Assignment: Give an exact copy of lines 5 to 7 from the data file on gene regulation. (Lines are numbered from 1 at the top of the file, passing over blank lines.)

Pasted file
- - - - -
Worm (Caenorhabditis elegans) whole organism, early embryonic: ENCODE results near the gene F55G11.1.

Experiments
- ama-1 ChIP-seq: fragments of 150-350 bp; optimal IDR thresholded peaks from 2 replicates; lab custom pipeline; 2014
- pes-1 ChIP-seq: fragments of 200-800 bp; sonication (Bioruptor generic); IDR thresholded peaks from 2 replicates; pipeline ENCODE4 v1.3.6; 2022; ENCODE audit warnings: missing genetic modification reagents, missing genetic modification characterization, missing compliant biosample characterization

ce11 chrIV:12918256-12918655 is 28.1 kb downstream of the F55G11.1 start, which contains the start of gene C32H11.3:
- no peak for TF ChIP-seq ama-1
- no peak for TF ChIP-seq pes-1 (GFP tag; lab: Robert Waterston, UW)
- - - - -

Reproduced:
ce11 chrIV:12918256-12918655 is 28.1 kb downstream of the F55G11.1 start, which contains the start of gene C32H11.3:
- no peak for TF ChIP-seq ama-1
- no peak for TF ChIP-seq pes-1 (GFP tag; lab: Robert Waterston, UW)